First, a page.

While the “Game of Thrones” cast is almost entirely made up of Brits, Peter Dinklage is a rare example of an Iron Throne actor from elsewhere. With roots in New Jersey, he walks Westeros as Tyrion Lannister, and as one of few Americans given prominent roles in the series. Of course, Dinklage is also known for parts in “Elf”, “X-Men” and “Three Billboards Outside Ebbing, Missouri” – so unlike some others, his filmography isn’t especially British. But when Charles Dance plays your on-screen father, there’s bound to be some confusion.

#5: Bob Geldof

Though Geldof made his name as the lead singer of the Boomtown Rats, Band Aid is easily his biggest achievement. As a massive effort to fundraise for famine relief in Ethiopia, the Christmas charity single featured a mostly-British supergroup of leading ‘80s musicians. But Geldof himself, is Irish. And he’s by no means the only Irish celeb regularly referred to as British. Just ask Bono, Pierce Brosnan or Richard Harris. Yes, Ireland shares a border with Northern Ireland, but the national identities are quite different.

#4: Tim Burton

He’s an inventive, seemingly eccentric movie-maker who has lived large parts of his life in London, and has adapted some of the UK’s finest and most famous literary works - often with ex-partner Helena Bonham Carter in starring roles... Gotta be a Brit, right? But Tim Burton’s one of America’s most successful film directors, having graduated from the prestigious California Institute of the Arts. He has said that Britain feels like home, though, citing the unpredictable weather as a reason why he loves it so much. If there’s one thing we can promise, it’s rain in August.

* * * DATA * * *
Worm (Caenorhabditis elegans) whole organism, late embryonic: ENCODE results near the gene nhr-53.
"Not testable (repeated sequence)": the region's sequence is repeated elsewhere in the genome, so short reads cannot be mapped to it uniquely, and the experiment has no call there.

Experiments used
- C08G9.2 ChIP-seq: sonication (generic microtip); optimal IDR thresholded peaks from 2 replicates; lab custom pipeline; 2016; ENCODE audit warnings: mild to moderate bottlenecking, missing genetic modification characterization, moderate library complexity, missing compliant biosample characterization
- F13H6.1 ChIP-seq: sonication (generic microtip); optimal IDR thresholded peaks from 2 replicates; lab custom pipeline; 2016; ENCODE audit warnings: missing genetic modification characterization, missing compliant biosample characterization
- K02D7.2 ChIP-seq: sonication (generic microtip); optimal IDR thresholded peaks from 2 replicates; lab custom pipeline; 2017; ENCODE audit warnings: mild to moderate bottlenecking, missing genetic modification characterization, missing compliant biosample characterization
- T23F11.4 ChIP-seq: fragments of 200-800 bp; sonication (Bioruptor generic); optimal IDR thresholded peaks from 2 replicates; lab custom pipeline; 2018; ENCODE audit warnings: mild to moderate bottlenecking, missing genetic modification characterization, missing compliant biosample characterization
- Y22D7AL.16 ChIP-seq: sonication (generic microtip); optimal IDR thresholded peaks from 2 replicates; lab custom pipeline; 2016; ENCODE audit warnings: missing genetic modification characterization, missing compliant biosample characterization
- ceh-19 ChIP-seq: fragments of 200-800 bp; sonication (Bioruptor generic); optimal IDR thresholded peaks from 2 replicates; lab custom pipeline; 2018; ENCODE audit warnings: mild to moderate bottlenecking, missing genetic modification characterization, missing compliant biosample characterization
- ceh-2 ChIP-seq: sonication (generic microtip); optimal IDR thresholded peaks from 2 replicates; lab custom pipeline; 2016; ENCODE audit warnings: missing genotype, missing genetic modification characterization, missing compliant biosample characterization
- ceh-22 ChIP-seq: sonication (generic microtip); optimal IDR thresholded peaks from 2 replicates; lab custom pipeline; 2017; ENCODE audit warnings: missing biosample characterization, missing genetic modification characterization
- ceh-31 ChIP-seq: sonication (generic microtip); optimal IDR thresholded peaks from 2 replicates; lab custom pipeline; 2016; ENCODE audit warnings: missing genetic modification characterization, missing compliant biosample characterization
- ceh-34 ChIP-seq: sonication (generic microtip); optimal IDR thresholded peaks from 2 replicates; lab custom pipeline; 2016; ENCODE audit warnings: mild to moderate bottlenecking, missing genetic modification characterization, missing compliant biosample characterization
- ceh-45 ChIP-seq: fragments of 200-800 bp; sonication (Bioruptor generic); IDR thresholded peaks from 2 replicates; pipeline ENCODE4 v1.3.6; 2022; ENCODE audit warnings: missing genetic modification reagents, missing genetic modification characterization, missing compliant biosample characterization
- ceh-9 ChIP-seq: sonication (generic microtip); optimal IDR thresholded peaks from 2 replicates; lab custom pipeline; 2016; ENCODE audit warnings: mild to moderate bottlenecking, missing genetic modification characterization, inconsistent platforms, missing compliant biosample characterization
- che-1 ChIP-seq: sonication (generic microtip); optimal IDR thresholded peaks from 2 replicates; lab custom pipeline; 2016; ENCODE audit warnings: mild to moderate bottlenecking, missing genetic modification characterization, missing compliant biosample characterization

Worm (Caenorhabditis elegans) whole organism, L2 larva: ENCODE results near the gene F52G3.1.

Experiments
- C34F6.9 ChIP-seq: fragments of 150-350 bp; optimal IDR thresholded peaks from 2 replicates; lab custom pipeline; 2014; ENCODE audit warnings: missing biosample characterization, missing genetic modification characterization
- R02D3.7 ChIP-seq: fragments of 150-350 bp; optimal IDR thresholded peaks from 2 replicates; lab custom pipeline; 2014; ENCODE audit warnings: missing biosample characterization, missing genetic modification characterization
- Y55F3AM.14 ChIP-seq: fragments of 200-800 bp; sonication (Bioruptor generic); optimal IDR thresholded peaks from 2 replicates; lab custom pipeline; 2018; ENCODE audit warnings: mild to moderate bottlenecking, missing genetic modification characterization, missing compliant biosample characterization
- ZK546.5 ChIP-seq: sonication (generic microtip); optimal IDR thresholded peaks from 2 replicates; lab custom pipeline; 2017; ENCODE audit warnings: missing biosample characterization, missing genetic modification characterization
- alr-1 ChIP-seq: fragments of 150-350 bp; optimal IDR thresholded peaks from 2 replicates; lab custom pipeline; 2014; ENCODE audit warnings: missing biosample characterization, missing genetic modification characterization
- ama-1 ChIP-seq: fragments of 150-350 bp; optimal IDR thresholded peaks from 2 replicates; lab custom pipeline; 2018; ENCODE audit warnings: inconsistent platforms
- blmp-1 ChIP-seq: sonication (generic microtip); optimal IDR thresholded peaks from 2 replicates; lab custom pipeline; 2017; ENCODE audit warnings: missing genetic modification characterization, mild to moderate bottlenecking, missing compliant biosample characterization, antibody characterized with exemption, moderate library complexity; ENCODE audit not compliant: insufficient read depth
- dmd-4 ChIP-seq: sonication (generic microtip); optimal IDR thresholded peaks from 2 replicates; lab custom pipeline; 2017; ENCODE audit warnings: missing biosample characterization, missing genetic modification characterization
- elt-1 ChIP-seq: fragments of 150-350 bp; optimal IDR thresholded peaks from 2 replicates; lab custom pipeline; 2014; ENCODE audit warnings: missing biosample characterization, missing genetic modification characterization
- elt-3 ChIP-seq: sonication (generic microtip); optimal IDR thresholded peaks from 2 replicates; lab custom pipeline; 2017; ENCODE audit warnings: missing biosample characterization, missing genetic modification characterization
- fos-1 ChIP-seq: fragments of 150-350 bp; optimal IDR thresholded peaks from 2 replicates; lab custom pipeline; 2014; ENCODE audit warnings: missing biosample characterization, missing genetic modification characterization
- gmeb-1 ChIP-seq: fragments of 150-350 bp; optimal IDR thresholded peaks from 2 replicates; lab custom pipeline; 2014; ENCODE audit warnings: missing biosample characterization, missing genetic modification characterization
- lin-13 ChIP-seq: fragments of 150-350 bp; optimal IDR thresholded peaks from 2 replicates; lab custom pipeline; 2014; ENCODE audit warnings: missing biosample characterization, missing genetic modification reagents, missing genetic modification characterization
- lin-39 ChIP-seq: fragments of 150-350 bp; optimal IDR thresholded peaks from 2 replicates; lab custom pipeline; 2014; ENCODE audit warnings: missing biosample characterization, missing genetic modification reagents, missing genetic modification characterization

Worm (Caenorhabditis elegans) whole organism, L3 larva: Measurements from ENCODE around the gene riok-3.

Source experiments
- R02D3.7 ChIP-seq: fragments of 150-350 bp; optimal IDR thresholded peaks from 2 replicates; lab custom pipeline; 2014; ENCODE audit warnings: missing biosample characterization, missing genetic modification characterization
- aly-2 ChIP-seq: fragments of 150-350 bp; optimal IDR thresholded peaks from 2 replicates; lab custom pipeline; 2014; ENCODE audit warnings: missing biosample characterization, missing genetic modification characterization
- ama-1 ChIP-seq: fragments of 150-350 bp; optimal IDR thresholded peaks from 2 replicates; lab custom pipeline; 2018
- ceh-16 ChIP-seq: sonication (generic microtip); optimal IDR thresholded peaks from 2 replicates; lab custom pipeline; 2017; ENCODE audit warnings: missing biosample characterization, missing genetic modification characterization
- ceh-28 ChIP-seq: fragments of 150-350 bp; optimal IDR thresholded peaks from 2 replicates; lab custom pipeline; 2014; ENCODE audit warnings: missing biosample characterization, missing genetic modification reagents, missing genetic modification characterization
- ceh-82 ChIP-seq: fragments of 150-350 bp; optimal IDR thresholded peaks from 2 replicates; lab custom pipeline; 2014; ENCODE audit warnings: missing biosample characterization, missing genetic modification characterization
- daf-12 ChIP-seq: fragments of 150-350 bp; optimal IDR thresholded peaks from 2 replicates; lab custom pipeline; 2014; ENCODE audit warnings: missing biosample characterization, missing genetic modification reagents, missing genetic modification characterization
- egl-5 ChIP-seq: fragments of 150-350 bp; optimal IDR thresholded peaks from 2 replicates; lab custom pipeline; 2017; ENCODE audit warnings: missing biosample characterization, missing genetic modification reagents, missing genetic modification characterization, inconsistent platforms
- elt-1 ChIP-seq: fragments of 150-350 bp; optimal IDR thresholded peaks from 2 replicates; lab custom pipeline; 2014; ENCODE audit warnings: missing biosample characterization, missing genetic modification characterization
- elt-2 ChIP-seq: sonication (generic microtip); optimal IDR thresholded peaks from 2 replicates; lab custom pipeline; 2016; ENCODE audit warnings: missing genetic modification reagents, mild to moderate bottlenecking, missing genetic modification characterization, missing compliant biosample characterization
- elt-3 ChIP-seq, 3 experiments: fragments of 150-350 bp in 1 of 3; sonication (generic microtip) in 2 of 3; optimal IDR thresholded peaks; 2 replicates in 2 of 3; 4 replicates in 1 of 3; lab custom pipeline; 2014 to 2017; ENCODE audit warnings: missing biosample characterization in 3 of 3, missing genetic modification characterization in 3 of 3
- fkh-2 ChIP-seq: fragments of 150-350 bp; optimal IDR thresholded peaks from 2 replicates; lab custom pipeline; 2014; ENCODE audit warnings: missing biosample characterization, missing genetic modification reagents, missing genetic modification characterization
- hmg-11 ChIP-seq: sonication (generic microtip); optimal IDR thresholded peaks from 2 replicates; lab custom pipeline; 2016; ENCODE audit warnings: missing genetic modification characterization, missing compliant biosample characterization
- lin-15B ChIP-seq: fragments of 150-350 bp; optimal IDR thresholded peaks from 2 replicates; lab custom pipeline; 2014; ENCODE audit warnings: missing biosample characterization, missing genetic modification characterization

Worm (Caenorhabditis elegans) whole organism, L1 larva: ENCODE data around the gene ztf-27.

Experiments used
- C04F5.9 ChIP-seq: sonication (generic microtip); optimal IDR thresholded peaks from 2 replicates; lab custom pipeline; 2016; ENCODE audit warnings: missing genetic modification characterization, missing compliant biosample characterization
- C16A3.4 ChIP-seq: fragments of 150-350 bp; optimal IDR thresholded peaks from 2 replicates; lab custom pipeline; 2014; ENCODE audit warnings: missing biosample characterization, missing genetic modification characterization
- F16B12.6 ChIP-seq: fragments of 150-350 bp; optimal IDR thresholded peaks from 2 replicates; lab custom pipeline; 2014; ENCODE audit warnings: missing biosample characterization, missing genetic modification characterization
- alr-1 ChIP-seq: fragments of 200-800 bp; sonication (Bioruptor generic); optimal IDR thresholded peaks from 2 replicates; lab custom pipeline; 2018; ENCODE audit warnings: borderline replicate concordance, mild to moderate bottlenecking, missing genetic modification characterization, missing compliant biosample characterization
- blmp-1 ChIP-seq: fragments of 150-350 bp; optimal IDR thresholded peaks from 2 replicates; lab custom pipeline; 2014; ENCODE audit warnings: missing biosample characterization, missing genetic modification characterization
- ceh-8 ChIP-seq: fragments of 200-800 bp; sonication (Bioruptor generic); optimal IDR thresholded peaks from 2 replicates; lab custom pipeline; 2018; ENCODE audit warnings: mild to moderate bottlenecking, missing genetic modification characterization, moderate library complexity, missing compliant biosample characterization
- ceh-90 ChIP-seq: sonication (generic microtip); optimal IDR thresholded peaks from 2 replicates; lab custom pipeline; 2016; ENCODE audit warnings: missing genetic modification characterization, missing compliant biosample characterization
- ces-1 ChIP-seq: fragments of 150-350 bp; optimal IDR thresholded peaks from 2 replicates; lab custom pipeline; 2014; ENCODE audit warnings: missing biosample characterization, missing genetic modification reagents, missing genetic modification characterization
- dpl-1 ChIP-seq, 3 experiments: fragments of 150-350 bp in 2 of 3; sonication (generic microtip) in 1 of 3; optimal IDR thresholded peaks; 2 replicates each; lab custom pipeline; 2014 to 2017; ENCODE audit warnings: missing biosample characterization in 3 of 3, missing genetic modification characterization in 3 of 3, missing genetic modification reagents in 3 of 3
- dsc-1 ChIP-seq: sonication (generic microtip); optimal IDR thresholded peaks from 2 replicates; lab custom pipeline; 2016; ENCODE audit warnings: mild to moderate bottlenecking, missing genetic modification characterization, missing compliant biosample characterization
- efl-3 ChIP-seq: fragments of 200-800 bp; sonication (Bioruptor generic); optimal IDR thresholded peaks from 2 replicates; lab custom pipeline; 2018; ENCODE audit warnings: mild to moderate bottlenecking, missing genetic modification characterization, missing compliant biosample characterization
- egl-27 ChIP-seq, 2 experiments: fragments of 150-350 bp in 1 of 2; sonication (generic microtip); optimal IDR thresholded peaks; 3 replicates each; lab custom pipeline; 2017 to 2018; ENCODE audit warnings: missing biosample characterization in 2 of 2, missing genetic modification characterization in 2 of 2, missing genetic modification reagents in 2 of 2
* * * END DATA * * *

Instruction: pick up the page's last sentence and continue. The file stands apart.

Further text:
#3: Gwyneth Paltrow

As another American actress who brought Jane Austen’s work to life for an early role, Gwyneth Paltrow also played a younger version of Maggie Smith’s Wendy in the 1991 Peter Pan adventure, “Hook”. In 1998, she starred in a contemporary Dickens adaptation, an Oscar-winning Shakespeare flick, and a movie which hinges entirely on chance events on the London Underground. So, by the time she met and married Coldplay frontman Chris Martin, the pair seemed a bona fide British power couple. But, they weren’t.

#2: Graham Norton

He’s hosted prime time tele since the late-‘90s, and he’s a regular presenter on BBC radio. There are few more well-connected celebs in the UK, and there aren’t many that are more recognisable. But Graham Norton was actually born in Dublin, and grew up in County Cork. The chat show specialist moved to England in the ‘80s, and has since scaled the headiest heights of British TV and entertainment – from musical talent shows to Eurovision commentary. He’s an all-out national treasure.

#1: Elijah Wood

He was born in Iowa. He lives in Texas. But we still know him best as that humble Hobbit from the Shire. Elijah Wood found global fame as Frodo Baggins, the brave ring bearer in Peter Jackson’s epic adaptation of Tolkien’s fantasy classic. With Olde English inspiration coursing through Middle Earth, Frodo felt as much a British hero as Harry Potter when the films were first released. And so did Samwise Gamgee, though Sean Astin’s American, too. At least Merry and Pippin can fly the flag – that’s something.